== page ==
March Madness – Voluntary Carbon Market Volatility – What is Going On?
After 6 months of steadily increasing prices, voluntary carbon credit prices have seen a sudden correction over the past 4 weeks to (w.e. 13 March). The most liquidly traded voluntary carbon price indices based on CORSIA eligibility (CBL’s GEO, and ACX’s CET) have fallen by 20-30% to a weekly average of $5.6 and $5.8 respectively. CBL’s Nature-based index, NGEO, also fell by 35% to a weekly average of $9.9.
These price levels are not mirrored across the market. Trove Research’s weighted OTC/Exchange index maintained its level at $9.5 to w.e. 6 March although picked up the general bearish trend with prices dipping to $7.2 in the last week. Trove’s Nature-based index also bucked the trend up to 6 March holding up to $14, although slipped to $12.2 in the past week.
What is going on?
Exchanged-based Voluntary Carbon Market price indices provide valuable reference for prices and liquidity in a market that is inherently fragmented. But as aggregated instruments, they mask important underlying trends.
Flight to quality – NBS restoration projects are the gold bullion of the VCM
Within the turmoil of recent weeks caused by Russia’s invasion of Ukraine we are seeing a flight to quality and longer-term safety of nature-based restoration credits. Nature restoration projects are linked with the Science Based Targets initiative (SBTI) Net Zero standards requiring the use of removal credits for neutralising residual emissions – the need for which starts in 2030-2035 for most companies. Although demand will not materialise for at least another ten years these credits are increasingly being seen as the long-term store of value in times of market stress.
Trove’s Research’s NBS-Restoration price index has increased by 50% to w.e. 6 March although was not immune from the sell-off last week, shaving off 15%.
At the other end of the market a greater number of older CDM credits are now being transacted. Previously avoided by buyers that are looking for more recent higher quality credits, these CDM credits are picked up at lower prices, weighing down the average price indices.
OTC trades attract higher prices
Trove Research’s pricing analysis shows higher average prices in the OTC market than on the exchanges. This reflects the more bespoke services of intermediaries that work with corporates in defining and meeting their need for carbon credits. These needs can be quite specific and where successful, premium prices can be achieved.
The surplus elephant is still in the room
In spite of the flight to quality, the weight of market surplus is ever present and will continue to weigh down on prices in the near term. By end of Feb the market surplus stood at over 560Mt, and will likely rise again in March with more issuances coming to market. More sophisticated buyers are moving away from older vintages with lower quality attributes, but with such large volumes still available for retirement, volume weighted average prices always risk being held back.
Carbon reduction projects are electric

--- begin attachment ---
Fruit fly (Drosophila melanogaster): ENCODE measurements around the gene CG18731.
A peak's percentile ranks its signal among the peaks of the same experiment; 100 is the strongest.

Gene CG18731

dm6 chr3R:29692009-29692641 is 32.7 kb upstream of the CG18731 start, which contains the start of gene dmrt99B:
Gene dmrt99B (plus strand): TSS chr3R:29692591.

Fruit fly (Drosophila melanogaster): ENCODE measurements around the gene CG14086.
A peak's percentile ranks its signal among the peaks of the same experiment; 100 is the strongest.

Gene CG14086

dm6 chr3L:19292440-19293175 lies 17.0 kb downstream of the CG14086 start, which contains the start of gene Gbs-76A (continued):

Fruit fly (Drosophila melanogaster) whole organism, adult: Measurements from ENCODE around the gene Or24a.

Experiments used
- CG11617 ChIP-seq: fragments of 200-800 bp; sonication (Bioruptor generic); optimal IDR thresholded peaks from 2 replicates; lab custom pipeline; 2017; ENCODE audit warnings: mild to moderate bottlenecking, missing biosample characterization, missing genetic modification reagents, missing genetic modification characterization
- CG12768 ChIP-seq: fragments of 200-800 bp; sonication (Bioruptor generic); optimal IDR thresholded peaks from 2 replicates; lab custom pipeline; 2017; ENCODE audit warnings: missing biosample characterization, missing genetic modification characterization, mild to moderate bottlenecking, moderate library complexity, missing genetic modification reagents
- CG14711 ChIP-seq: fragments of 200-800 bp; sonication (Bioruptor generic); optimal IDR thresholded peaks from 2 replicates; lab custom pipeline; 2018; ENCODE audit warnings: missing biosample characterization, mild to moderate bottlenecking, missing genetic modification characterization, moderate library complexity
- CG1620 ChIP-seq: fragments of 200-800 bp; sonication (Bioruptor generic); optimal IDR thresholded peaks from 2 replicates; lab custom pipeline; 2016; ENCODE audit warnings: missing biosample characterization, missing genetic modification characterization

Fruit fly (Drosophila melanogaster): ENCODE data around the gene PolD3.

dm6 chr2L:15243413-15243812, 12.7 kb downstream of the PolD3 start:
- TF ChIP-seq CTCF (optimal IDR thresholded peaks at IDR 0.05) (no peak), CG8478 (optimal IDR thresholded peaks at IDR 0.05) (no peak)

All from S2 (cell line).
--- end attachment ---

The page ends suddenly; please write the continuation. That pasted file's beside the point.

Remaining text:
Voluntary carbon market projects behave a lot like power markets, with high capital costs but very low operating costs, making the market highly susceptible to swings in sentiment. If the market trades with a myopic outlook, price support can dwindle, driven by low marginal costs of delivery. With a product like electricity which is not storable over long periods of time the market regularly sees huge swings in peak in off peak prices. The same effect was seen in the EU Emissions Trading Scheme, where for many years the prices floundered because of excess inventory. Prices in the EU ETS have now rebounded beyond most people’s expectations, partly driven by unprecedented high gas prices, but also expectations of a long-term tightening as emission caps continue to reduce.
VCM outlook – a pause for breath
The war in Ukraine has clearly shifted the attention of the world onto a very near-term problem. Before the war and in the afterglow of COP26, the world seemed to be finally taking the long-term challenge of climate change seriously with an increasing number of companies setting ambitious climate targets.
The acceleration in traded volumes and prices in the VCM in the last 6 months created heady expectations of continued growth. A market worth $180bn by 2030 was touted by ex-governor of the Bank of England, Mark Carney – although at Trove we said $30-40bn. From a standing start in 2020, the market was perhaps in need of a pause for breath.
We expect prices to continue to be volatile throughout 2022, being buffeted by three competing drivers: (a) the drawdown on the large volumes of cheap inventory to meet immediate carbon neutral claims, (b) the trend towards higher quality, nature-based projects, and (c) investing for the long-term to meet future climate and net zero commitments. In the medium to longer-term we see voluntary carbon market prices rising as the surplus is eventually drawn down by growing demand, and the cost of developing new, high-quality projects increases.
For more information on our short, medium and long term price outlooks, please contact email@example.com.